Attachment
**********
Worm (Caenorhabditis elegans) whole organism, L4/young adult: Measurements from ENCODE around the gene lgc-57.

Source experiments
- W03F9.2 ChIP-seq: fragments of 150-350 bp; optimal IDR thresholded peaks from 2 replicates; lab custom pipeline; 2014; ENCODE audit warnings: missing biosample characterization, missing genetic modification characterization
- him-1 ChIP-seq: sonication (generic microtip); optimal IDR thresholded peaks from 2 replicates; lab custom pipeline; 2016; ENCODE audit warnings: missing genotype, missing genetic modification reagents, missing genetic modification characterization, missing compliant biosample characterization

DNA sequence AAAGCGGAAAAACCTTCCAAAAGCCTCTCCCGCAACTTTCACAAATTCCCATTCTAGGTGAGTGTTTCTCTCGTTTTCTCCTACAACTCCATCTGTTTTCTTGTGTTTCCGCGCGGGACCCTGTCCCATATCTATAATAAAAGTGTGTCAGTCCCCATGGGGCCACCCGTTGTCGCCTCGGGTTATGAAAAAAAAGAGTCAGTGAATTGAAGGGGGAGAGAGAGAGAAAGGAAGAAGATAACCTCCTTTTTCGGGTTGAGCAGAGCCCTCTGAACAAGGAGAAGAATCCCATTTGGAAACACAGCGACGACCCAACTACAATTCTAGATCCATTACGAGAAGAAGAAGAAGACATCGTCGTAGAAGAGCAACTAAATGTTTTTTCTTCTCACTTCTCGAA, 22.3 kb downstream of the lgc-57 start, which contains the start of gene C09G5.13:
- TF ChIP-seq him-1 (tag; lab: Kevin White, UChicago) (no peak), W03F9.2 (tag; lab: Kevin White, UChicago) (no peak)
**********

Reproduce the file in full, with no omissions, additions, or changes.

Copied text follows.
Worm (Caenorhabditis elegans) whole organism, L4/young adult: Measurements from ENCODE around the gene lgc-57.

Source experiments
- W03F9.2 ChIP-seq: fragments of 150-350 bp; optimal IDR thresholded peaks from 2 replicates; lab custom pipeline; 2014; ENCODE audit warnings: missing biosample characterization, missing genetic modification characterization
- him-1 ChIP-seq: sonication (generic microtip); optimal IDR thresholded peaks from 2 replicates; lab custom pipeline; 2016; ENCODE audit warnings: missing genotype, missing genetic modification reagents, missing genetic modification characterization, missing compliant biosample characterization

DNA sequence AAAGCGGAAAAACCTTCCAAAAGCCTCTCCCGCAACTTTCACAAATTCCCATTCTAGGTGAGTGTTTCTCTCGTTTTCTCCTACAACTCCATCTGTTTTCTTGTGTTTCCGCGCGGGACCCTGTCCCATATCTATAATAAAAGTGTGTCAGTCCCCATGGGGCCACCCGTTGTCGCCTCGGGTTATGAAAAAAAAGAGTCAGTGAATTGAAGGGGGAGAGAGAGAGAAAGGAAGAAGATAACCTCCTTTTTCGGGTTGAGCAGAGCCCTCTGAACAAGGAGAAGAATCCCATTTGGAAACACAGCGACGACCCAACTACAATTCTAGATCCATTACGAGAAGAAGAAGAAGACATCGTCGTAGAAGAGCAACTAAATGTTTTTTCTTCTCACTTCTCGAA, 22.3 kb downstream of the lgc-57 start, which contains the start of gene C09G5.13:
- TF ChIP-seq him-1 (tag; lab: Kevin White, UChicago) (no peak), W03F9.2 (tag; lab: Kevin White, UChicago) (no peak)